Responding to an inquiry from ARLnow.com today, the Arlington County Fire Department confirmed reports that VHC refused the woman — who at the time was thought to potentially have the deadly Ebola virus — when medics brought her to the hospital. She never left the ambulance.
“We were turned away,” said ACFD spokeswoman Lt. Sarah Marchegiani. “We followed our protocol and brought the patient to the closest hospital (VHC), at which point we were rerouted to Fairfax Inova.”
VHC has not responded to multiple requests for comment from ARLnow.com. Marchegiani said the hospital claimed not to be prepared for such a patient, even though the department had previously been told VHC could accept suspected Ebola patients.
“The reason told to our medical director was that they couldn’t handle the patient,” said Marchegiani. Earlier this month, however, VHC told TV station WUSA 9 that it was ready to deal with potential Ebola patients.
“Virginia Hospital Center wants to reassure our community that the Hospital has the infrastructure and procedures already in place to screen, and if necessary, isolate, test and treat all high-risk patients. We drill and prepare for just such situations; therefore, our staff is highly trained to take appropriate precautions for a suspected and/or confirmed Ebola case.
A multi-disciplinary taskforce has reviewed our infection control guidelines and reinforced education of the Hospital staff to ensure it can detect a patient with Ebola Virus Disease, protect all healthcare workers so they can safely care for the patient, and respond to the patient in a timely manner.”
An ARLnow.com tipster indicates emergency responders called the VHC emergency room from the scene at the Pentagon, and were told to bring the patient over. The tipster claims hospital administration refused to allow the patient inside once she arrived at the hospital. The person tells ARLnow.com there was a “heated exchange” between the emergency physician and hospital administration inside the emergency room while the patient waited in the ambulance. The tipster also claims hospital administration worried it would lose business if it came to be seen as an “Ebola hospital.”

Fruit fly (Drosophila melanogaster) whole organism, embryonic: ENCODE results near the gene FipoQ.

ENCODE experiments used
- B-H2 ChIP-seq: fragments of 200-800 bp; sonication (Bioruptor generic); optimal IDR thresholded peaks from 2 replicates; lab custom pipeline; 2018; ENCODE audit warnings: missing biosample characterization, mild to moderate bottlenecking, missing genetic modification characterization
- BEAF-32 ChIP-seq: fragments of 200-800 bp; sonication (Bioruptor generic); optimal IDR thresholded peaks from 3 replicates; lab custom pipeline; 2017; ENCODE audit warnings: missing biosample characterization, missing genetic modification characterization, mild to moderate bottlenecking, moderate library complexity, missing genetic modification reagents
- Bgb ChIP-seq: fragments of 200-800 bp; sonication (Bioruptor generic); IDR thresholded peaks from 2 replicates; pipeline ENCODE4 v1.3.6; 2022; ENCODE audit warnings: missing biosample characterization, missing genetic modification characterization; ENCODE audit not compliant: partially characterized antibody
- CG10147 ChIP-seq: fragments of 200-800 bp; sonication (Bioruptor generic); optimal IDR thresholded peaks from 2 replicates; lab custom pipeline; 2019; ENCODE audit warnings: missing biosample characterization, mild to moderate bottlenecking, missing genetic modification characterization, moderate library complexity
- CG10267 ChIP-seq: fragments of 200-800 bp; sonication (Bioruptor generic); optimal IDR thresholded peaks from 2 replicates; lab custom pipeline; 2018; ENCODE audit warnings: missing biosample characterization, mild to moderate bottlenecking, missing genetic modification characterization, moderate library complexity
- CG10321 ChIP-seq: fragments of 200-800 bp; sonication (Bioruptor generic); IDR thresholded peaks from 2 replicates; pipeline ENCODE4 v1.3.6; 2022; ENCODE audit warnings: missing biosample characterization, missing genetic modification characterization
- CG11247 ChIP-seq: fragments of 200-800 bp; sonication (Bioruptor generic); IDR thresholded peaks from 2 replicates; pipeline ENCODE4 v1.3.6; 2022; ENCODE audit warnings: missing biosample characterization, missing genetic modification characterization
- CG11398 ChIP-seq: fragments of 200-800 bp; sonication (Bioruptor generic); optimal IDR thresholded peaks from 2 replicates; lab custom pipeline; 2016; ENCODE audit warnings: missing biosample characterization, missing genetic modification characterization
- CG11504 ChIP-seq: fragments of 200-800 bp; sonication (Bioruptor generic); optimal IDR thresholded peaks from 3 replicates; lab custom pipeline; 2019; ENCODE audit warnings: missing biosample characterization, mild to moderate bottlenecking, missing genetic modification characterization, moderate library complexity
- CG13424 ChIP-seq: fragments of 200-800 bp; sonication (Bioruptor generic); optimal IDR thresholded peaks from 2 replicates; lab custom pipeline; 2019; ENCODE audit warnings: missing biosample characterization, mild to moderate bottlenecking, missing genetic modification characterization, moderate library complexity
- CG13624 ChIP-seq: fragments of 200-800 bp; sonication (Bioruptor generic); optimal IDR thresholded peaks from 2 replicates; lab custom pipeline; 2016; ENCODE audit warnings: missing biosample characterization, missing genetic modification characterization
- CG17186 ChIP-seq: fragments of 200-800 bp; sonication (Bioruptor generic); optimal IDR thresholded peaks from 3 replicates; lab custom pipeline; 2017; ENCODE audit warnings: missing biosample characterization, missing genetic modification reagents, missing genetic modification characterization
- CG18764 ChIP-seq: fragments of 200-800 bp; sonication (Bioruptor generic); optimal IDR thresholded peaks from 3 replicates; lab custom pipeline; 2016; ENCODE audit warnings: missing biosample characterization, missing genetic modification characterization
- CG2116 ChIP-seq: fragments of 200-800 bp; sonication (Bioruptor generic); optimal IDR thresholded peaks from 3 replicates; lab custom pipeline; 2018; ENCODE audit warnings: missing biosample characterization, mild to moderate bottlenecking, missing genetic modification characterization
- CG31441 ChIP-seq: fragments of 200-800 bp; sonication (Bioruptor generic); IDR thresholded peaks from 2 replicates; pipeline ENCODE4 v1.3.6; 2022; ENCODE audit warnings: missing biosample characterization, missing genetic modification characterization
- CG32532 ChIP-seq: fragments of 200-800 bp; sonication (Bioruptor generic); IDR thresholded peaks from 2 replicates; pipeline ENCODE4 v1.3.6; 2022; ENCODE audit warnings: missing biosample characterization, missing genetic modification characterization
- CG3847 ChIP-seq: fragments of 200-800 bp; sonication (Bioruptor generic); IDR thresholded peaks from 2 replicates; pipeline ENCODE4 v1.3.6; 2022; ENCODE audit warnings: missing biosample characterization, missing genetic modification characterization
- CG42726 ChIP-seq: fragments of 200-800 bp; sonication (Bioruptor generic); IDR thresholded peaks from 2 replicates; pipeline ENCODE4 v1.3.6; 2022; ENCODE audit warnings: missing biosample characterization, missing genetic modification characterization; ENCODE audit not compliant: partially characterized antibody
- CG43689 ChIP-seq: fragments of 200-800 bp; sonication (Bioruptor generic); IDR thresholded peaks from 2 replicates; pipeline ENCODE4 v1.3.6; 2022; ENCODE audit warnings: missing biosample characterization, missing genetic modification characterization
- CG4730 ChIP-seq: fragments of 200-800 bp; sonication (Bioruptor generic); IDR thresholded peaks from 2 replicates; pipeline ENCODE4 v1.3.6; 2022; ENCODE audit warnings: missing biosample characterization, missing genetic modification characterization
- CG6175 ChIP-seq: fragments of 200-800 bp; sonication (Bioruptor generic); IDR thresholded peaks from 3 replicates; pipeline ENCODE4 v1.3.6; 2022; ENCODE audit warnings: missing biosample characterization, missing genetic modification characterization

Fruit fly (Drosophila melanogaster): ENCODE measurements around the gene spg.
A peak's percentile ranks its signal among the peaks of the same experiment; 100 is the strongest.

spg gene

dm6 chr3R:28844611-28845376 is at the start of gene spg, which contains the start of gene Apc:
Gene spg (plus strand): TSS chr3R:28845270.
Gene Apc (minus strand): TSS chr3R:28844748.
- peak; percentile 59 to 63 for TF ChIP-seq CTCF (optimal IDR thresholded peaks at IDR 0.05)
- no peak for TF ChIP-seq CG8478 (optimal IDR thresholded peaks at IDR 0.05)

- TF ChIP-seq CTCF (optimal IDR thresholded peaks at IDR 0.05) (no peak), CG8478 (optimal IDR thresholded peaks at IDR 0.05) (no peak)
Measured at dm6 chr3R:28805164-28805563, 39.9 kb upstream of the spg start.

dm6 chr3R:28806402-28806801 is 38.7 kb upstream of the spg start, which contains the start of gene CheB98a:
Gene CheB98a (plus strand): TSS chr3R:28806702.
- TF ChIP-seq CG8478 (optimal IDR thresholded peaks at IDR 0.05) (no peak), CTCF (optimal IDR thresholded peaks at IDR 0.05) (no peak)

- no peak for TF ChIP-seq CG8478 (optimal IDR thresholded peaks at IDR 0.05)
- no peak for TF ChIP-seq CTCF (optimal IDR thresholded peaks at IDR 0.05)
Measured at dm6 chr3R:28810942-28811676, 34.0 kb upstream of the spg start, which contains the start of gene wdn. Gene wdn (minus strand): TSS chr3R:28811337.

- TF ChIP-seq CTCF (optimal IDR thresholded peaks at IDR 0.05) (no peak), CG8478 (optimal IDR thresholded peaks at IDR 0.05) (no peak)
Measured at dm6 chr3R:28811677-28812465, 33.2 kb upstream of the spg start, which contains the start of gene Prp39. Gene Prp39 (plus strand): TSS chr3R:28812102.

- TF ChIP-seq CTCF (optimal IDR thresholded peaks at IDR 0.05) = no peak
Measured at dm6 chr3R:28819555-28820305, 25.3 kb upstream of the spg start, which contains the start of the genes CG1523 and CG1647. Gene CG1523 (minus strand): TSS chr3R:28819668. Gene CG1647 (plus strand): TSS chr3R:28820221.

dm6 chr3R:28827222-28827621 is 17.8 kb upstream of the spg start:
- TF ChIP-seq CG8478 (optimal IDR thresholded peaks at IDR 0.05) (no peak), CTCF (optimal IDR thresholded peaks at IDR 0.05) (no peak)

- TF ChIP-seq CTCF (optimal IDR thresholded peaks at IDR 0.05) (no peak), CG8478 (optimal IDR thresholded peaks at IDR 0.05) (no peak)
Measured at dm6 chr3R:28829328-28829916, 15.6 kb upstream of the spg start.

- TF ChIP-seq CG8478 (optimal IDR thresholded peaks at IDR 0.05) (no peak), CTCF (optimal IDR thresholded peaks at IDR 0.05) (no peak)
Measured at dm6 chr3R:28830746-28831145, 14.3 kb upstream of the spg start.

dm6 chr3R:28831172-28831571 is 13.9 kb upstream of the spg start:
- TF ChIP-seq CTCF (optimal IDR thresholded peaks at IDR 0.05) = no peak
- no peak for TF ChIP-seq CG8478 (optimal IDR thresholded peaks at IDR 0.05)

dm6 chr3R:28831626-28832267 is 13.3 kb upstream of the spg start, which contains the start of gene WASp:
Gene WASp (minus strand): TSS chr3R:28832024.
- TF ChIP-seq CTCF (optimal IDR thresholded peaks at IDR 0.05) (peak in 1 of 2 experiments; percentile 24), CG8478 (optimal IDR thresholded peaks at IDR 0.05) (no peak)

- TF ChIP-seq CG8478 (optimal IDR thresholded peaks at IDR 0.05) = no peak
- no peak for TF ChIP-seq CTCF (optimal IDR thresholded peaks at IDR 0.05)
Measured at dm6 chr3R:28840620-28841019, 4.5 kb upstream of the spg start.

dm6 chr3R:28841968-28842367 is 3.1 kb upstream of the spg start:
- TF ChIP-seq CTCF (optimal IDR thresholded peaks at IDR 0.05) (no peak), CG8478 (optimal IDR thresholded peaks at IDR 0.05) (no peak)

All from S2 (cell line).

The county’s emergency officials reportedly have had talks with officials at VHC since the incident. ACFD confirms VHC has agreed to accept potential Ebola patients in the future.
Arlington County officials also have confirmed that the patient had not traveled to West Africa, as she allegedly first told authorities. In fact, she had not left the country at all, the county said, and had no contact with other potentially infected people.
“She had stated that she had traveled to Sierra Leone at the scene and did exhibit symptoms consistent with Ebola, so responders took all appropriate steps,” said Diana Sun, Arlington County’s Director of Communications. “There was an investigative process that went beyond Arlington. During the course of this, people close to the patient were interviewed and stated that she had not left the country. The patient herself, later in the afternoon, recanted her story and said that she had not left the country. When that last piece came in, public health officials felt confident in not pursuing” further testing for the Ebola virus.
There’s no word yet on whether the woman will face any charges.
If you have a sweet tooth, get ready to spend time hanging out at a new shop coming to Westover. “Village Sweet” bakery is preparing to move in at 5872 Washington Blvd.
Owner Dawn Hart has operated a customized sugar cookie business online since 2006. She had wanted to expand her offerings and to secure a brick-and-mortar location, which would allow her to stop renting commercial kitchen space. It was her dream to open in Westover, the neighborhood where she lives, but she didn’t think any space would open up. It just so happened that the day after she talked to her husband about the prospect of opening a bakery in Westover, he ran into the landlord for the space Village Sweet now will occupy.
“We’re very excited and the location honestly could not be better,” said Hart. “It’s such a happening place.”
Although customers can continue to order the customized cookies Hart made so popular with Monster Cookie Co., the shop will serve a wide variety of sweets. Donuts, guava and cotija cheese pastries, seasonal granolas and dark chocolate cookies with steal cut oats are some of the goodies Hart plans to offer. She’s still playing around with the full menu and will do small recipe taste test events until the shop opens.
“We’re pairing some things a lot of people probably have not had before and opening up some unique flavors,” Hart said.
Something she’s passionate about is making sure the treats taste good, but also are baked on-site each morning with quality, local ingredients. There will be gluten-free and nut-free options for customers with allergies.
“We’re baking foods you’re going to feel good about eating. They’re not loaded with preservatives. They’re the best quality pastries you can possibly get. It’s just an updated version of your’s mom’s baking,” said Hart. “If you’re going to put a doughnut in your mouth, you should feel good about it. It’s so important to me, the quality of what people are eating.”
During the day the shop will have seating for customers, but certain nights will be designated for groups to rent out the space for custom cookie decorating parties. The bakers will come up with custom sugar cookies for nearly any occasion — such as kids’ birthdays, book clubs and holiday parties — and customers get to ice and decorate the cookies however they choose.
Village Sweet does not yet have a firm opening date, but Hart hopes it will be in January. There will be a grand opening celebration once she feels operations are running smoothly.